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Lenten Devotions from Fourth Presbyterian Church

Thursday, July 25, 2019              

Today’s Scripture Reading | Colossians 2:6–15

As you therefore have received Christ Jesus the Lord, continue to live your lives in him, rooted and built up in him and established in the faith, just as you were taught, abounding in thanksgiving. See to it that no one takes you captive through philosophy and empty deceit, according to human tradition, according to the elemental spirits of the universe, and not according to Christ. For in him the whole fullness of deity dwells bodily, and you have come to fullness in him, who is the head of every ruler and authority. In him also you were circumcised with a spiritual circumcision, by putting off the body of the flesh in the circumcision of Christ; when you were buried with him in baptism, you were also raised with him through faith in the power of God, who raised him from the dead.

And when you were dead in trespasses and the uncircumcision of your flesh, God made you alive together with him, when he forgave us all our trespasses, erasing the record that stood against us with its legal demands. He set this aside, nailing it to the cross. He disarmed the rulers and authorities and made a public example of them, triumphing over them in it. (NRSV)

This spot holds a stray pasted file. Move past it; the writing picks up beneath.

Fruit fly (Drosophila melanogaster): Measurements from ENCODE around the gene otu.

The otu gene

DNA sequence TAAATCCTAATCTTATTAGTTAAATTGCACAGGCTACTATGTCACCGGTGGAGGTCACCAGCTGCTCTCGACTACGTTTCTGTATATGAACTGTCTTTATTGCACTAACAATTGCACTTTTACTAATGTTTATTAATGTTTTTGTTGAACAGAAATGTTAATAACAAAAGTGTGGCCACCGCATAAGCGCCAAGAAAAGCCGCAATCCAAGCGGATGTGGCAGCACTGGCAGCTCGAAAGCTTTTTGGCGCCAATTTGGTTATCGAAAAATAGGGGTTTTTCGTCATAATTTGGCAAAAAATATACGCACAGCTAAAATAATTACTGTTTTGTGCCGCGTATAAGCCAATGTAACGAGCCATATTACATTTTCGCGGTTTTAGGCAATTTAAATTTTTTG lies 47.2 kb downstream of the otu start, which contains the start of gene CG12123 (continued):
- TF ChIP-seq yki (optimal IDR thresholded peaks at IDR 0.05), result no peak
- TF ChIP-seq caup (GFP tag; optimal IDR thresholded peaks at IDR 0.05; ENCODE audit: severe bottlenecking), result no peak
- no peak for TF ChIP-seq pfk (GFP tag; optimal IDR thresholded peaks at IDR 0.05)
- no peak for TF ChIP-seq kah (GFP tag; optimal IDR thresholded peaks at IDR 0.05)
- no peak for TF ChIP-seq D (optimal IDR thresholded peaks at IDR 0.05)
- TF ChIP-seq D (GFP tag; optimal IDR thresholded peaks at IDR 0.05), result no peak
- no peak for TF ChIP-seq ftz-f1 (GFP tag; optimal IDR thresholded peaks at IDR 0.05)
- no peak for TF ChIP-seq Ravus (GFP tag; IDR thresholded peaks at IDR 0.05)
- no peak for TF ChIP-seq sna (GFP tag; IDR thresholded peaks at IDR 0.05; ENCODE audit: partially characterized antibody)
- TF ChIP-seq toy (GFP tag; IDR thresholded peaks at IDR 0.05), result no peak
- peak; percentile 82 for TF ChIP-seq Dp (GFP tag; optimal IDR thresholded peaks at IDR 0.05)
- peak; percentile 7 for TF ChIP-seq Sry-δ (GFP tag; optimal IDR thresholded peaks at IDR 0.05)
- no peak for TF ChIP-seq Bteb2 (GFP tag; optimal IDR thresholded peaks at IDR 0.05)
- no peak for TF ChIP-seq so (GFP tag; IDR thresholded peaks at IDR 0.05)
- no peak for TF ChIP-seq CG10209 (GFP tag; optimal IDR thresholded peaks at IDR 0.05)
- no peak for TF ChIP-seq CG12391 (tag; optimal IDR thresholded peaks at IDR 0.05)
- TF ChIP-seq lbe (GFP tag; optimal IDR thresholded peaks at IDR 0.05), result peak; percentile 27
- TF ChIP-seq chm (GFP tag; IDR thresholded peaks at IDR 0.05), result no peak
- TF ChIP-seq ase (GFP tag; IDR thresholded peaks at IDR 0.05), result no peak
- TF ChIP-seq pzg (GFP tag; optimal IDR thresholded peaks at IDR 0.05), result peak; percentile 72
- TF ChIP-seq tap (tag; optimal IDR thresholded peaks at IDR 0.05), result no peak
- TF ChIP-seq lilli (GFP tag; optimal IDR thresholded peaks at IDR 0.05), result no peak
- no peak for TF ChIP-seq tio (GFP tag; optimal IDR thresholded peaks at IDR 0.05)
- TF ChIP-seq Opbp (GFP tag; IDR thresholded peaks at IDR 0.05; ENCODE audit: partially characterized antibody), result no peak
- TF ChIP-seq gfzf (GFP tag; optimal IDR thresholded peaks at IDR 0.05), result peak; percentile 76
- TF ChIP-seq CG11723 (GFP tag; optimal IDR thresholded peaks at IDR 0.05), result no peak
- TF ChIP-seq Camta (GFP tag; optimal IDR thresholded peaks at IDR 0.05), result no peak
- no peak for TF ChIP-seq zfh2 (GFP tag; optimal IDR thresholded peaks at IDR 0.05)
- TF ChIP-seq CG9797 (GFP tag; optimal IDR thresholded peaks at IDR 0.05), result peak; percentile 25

Artist and author Jenny Odell praises maintenance in her new book, How to Do Nothing: Resisting the Attention Economy, and these words from the letter to the Colossians are leading me to apply Odell’s point to the life of faith.

The counsel in verses 6–7 is to “continue.” It’s so simple that we almost miss it. Continue, rooted and built up in Jesus, established in the faith. My eye is trained to look for words like grow and increase, and, though continuity isn’t opposed to increase, continuity is its own end and goal.

I think our culture primes us to think of faith in productive terms, the same way we think of work or exercise. “Our very idea of productivity is premised on the idea of producing something new,” Odell writes. And so we might conclude that our faith needs to be productive in the same way: it should produce new knowledge, new insight, new character.

The shadow side of this productive way of thinking is that, in Odell’s assessment, “we do not tend to see maintenance and care as productive in the same way.” Colossians 2:6-7 seem to me to be about a kind of holy maintenance.

Every verb applied to the plural “you” (i.e., us) in verses 8–13 is passive. We were buried with Christ in baptism. We were also raised with him. We were dead in our trespasses. All the active verbs here belong to God, who made us alive together with Christ; who forgave us all our trespasses; who set aside the record that stood against us and triumphed over the rulers and authorities.

The calling of faith is less to produce new things and more to care for and maintain what God is already producing in us.

Continue in us, O Lord, that which you have begun, and make us to persevere in faith and trust, so that we might remain in your all-sufficient grace today and all our days. Amen.

Written by Rocky Supinger, Associate Pastor for Youth Ministry

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